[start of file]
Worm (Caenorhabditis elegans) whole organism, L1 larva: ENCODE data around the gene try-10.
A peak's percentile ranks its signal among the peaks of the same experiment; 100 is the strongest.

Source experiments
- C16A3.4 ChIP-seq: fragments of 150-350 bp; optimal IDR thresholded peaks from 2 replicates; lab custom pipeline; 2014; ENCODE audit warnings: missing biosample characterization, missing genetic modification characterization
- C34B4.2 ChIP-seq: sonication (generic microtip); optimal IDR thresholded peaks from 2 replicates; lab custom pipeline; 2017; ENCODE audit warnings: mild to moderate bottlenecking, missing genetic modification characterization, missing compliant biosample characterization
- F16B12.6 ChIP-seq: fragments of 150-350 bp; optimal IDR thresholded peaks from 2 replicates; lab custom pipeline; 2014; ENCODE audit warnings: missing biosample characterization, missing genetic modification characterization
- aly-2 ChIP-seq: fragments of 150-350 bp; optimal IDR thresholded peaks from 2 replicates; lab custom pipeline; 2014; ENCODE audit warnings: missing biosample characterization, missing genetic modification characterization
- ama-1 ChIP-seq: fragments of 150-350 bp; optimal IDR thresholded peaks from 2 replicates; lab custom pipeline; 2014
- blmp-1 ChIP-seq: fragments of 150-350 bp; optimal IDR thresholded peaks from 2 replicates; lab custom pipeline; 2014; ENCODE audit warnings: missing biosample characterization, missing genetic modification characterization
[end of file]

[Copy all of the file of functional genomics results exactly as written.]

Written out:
Worm (Caenorhabditis elegans) whole organism, L1 larva: ENCODE data around the gene try-10.
A peak's percentile ranks its signal among the peaks of the same experiment; 100 is the strongest.

Source experiments
- C16A3.4 ChIP-seq: fragments of 150-350 bp; optimal IDR thresholded peaks from 2 replicates; lab custom pipeline; 2014; ENCODE audit warnings: missing biosample characterization, missing genetic modification characterization
- C34B4.2 ChIP-seq: sonication (generic microtip); optimal IDR thresholded peaks from 2 replicates; lab custom pipeline; 2017; ENCODE audit warnings: mild to moderate bottlenecking, missing genetic modification characterization, missing compliant biosample characterization
- F16B12.6 ChIP-seq: fragments of 150-350 bp; optimal IDR thresholded peaks from 2 replicates; lab custom pipeline; 2014; ENCODE audit warnings: missing biosample characterization, missing genetic modification characterization
- aly-2 ChIP-seq: fragments of 150-350 bp; optimal IDR thresholded peaks from 2 replicates; lab custom pipeline; 2014; ENCODE audit warnings: missing biosample characterization, missing genetic modification characterization
- ama-1 ChIP-seq: fragments of 150-350 bp; optimal IDR thresholded peaks from 2 replicates; lab custom pipeline; 2014
- blmp-1 ChIP-seq: fragments of 150-350 bp; optimal IDR thresholded peaks from 2 replicates; lab custom pipeline; 2014; ENCODE audit warnings: missing biosample characterization, missing genetic modification characterization